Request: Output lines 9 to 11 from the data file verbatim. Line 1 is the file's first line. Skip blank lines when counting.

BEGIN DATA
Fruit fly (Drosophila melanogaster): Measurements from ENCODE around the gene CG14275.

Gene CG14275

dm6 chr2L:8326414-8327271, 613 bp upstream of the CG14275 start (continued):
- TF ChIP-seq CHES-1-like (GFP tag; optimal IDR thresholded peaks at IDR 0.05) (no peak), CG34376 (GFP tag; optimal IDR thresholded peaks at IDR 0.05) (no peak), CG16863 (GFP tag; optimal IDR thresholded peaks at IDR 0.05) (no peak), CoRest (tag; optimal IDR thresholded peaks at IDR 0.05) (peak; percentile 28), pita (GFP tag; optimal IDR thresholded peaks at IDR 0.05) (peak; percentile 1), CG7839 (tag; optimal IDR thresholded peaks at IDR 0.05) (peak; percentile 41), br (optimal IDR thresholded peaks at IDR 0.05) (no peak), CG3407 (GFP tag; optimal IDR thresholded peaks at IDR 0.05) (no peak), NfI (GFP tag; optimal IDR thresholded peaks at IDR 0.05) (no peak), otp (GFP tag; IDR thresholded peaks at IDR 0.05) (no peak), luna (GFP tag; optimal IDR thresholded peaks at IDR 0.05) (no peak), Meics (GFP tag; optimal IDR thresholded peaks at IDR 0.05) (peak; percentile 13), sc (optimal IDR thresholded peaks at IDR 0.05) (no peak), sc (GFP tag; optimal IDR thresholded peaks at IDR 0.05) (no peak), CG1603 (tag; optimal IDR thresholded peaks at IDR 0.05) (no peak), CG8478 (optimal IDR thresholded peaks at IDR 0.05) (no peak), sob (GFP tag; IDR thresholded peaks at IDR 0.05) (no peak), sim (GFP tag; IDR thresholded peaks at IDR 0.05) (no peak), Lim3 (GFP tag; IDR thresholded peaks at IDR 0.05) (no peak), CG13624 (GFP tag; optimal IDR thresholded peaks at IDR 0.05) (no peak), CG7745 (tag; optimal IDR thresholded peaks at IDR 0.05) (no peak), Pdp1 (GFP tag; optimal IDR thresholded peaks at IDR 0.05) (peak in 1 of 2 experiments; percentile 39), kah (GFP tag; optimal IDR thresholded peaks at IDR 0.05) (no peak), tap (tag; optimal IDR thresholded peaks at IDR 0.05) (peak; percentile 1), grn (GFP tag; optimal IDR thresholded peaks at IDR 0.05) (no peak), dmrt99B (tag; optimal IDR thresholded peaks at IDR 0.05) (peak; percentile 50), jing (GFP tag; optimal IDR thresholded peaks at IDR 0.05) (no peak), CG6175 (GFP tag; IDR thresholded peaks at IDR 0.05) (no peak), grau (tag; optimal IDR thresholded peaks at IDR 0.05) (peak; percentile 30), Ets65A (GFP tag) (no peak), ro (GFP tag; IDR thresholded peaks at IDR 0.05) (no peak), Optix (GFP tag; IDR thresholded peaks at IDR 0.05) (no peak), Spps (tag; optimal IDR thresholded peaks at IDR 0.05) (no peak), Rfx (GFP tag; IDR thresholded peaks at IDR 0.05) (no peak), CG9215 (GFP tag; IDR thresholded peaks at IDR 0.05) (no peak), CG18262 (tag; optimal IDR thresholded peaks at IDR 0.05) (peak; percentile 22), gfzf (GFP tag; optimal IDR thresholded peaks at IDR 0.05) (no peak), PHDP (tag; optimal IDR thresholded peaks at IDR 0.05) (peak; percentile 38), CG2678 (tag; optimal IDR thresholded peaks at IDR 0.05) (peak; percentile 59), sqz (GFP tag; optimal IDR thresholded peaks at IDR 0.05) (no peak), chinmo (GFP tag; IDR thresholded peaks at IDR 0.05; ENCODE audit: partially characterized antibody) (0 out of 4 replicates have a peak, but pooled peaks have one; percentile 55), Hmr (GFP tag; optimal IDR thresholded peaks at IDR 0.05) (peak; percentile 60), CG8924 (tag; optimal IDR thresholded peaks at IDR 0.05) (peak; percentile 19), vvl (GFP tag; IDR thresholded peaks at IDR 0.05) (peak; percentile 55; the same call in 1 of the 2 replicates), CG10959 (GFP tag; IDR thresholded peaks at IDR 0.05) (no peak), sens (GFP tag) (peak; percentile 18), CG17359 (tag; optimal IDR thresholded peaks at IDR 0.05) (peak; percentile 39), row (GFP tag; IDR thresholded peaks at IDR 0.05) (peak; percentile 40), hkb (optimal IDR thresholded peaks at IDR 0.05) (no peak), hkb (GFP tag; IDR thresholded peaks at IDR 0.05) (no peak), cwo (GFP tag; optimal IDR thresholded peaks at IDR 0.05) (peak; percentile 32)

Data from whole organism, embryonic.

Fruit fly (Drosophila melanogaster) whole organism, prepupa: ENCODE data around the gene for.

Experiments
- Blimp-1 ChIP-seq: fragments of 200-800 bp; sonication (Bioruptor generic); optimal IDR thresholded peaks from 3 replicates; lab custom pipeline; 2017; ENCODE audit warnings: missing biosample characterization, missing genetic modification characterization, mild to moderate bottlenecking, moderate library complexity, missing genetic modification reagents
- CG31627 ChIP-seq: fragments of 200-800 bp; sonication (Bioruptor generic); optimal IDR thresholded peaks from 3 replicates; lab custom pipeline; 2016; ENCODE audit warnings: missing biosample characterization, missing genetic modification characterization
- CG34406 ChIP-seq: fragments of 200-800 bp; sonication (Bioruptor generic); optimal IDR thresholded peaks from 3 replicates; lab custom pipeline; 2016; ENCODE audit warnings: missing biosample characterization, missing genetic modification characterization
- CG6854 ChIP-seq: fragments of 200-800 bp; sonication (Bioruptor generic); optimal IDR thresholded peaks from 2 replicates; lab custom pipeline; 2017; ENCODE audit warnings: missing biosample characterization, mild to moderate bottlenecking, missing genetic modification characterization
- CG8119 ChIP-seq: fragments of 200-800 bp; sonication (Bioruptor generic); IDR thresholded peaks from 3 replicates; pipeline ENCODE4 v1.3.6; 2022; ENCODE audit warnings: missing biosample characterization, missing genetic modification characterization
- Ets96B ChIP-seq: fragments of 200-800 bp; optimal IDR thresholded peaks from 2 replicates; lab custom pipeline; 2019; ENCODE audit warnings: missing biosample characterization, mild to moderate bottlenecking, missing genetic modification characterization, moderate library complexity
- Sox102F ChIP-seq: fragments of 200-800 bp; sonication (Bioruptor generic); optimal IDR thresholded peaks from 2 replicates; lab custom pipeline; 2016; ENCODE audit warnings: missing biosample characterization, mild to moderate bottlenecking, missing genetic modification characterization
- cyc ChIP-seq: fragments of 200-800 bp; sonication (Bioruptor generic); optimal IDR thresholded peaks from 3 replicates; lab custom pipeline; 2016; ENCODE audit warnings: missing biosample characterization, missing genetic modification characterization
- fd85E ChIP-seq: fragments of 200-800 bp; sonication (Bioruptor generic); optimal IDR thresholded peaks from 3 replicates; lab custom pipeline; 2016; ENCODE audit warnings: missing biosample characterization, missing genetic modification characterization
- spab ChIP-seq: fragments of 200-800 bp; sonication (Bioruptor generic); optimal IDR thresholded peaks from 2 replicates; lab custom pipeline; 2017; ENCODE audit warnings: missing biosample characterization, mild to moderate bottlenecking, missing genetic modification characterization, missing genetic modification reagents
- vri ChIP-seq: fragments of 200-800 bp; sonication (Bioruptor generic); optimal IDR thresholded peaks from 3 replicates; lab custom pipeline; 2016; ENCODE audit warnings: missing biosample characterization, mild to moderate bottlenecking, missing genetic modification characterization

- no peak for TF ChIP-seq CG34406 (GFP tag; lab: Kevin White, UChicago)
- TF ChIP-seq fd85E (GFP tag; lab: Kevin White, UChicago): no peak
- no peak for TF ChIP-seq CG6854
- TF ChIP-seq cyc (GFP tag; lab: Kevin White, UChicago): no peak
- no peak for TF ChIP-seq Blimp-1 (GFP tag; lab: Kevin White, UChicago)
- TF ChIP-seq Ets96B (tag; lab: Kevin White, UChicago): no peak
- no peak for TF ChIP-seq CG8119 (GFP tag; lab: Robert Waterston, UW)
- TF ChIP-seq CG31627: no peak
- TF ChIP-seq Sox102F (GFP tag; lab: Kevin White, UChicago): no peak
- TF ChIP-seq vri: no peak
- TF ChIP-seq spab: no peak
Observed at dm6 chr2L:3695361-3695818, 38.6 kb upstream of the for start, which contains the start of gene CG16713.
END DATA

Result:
- CG31627 ChIP-seq: fragments of 200-800 bp; sonication (Bioruptor generic); optimal IDR thresholded peaks from 3 replicates; lab custom pipeline; 2016; ENCODE audit warnings: missing biosample characterization, missing genetic modification characterization
- CG34406 ChIP-seq: fragments of 200-800 bp; sonication (Bioruptor generic); optimal IDR thresholded peaks from 3 replicates; lab custom pipeline; 2016; ENCODE audit warnings: missing biosample characterization, missing genetic modification characterization
- CG6854 ChIP-seq: fragments of 200-800 bp; sonication (Bioruptor generic); optimal IDR thresholded peaks from 2 replicates; lab custom pipeline; 2017; ENCODE audit warnings: missing biosample characterization, mild to moderate bottlenecking, missing genetic modification characterization